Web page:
Remove Duplicate Elements From An Array in Javascript!

January 17, 2022

In today’s article, we’ll be looking at a super simple trick that can be used to remove duplicate elements from an array in Javascript.

With the help of this trick, you can delete the duplicate elements from an array without the use of loops or other complex operations.

We’ll be using the concept of Sets in Javascript to achieve this.

So let’s start…

We start with initializing a new example array, on which we’ll perform the operation to remove duplicate elements.

var arr = [1,2,2,3,3,3,4,4,4,4,5,5,5,5,5];

In this example array, we have duplicate integers (as many times as their value). We want to remove duplicate elements from this array and our updated array should look like this:

[1, 2, 3, 4, 5]

Now to remove duplicate elements, the simplest part, we use a combination of arrays’ spread operator (to spread the elements of the array) along with creating a new Set which will allow us to store only the unique elements from the array.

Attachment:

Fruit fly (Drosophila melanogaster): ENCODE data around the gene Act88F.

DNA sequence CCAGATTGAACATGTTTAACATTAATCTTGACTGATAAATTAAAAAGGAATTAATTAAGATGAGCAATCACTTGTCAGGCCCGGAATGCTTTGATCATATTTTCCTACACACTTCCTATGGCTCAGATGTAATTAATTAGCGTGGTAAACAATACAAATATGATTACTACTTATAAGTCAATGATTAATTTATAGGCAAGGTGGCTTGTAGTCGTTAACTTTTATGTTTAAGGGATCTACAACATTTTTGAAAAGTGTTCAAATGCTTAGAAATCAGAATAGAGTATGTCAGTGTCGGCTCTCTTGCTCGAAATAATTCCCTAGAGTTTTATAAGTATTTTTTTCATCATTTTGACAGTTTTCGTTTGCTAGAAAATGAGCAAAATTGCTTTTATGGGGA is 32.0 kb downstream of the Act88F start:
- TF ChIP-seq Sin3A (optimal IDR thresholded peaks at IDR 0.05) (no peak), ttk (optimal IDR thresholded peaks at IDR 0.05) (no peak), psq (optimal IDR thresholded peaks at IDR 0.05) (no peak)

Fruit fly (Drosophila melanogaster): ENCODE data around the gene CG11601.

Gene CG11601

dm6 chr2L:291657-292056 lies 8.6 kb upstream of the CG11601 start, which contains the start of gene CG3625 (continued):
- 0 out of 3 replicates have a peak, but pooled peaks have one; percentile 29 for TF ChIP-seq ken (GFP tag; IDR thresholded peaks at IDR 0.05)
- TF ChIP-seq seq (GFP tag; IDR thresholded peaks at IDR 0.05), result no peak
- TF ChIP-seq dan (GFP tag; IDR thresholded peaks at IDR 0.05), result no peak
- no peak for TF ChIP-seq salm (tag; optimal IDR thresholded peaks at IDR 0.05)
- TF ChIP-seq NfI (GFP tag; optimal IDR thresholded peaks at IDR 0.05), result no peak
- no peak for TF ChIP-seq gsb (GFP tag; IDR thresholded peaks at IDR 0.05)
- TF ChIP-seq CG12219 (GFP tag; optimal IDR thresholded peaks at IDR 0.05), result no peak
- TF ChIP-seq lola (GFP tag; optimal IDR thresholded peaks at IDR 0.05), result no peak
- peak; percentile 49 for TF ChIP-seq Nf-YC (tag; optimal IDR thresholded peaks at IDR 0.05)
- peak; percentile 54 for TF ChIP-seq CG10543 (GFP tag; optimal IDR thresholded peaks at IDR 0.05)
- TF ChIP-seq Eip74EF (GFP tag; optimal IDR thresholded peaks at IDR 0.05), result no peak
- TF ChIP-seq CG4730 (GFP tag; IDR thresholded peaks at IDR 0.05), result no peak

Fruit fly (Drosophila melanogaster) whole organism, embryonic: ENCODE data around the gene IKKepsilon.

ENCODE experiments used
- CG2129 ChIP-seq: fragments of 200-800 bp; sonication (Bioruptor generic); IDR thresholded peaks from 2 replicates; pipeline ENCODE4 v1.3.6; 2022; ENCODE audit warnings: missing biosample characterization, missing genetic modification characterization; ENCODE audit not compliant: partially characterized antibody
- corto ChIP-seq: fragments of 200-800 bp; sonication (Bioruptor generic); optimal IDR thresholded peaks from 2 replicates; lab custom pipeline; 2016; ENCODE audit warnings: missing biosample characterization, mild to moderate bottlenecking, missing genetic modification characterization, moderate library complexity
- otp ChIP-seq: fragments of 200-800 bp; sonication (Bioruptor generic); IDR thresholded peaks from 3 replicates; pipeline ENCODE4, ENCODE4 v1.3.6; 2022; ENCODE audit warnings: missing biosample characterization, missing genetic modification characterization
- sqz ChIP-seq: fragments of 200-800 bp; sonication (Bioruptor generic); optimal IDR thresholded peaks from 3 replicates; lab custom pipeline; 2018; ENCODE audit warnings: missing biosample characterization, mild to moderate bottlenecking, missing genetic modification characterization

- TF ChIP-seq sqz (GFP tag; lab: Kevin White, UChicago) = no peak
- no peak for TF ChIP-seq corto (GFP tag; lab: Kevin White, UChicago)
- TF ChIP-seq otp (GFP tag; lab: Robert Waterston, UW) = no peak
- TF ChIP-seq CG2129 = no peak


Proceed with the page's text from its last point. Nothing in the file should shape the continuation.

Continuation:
arr = [... new Set(arr)];

This re-initializes the variable arr with the non-duplicate elements, just like the way we want.

Arr -> [1, 2, 3, 4, 5]

If you want to retain the original array, you may declare a new variable that stores the non-duplicate elements array from the original array.


var arr = [1, 2, 2, 3, 3, 3];
var newArr = [... new Set(arr)];

Through this way, we get a new array with no duplicate elements, and we also have our original array, which we might need later.

Arr -> [1, 2, 2, 3, 3, 3]

newArr -> [1, 2, 3]

Not only integers, but we can use this concept for any data type. Let’s take an example with elements of type String.

var stringArray = ['a', 'b', 'b', 'c', 'd', 'd', 'd', 'e', 'e', 'f'];

Now, using the same concept as discussed above, we use

stringArray = [... new Set(stringArray)];

And, as you guessed, the output after removing all the duplicate elements from the array is

["a", "b", "c", "d", "e", "f"]

The last example we take is with an array of boolean values.

var boolArray = [true,true,false,false,true,false];

Applying the same concept, we use:

boolArray = [... new Set(boolArray)];

And as expected, we have the boolArray with only two elements, ie,

[true, false]

The final key point:

The Set() constructor lets us create Set Objects that lets us store the unique value of any data type.

Thank you for reading this far.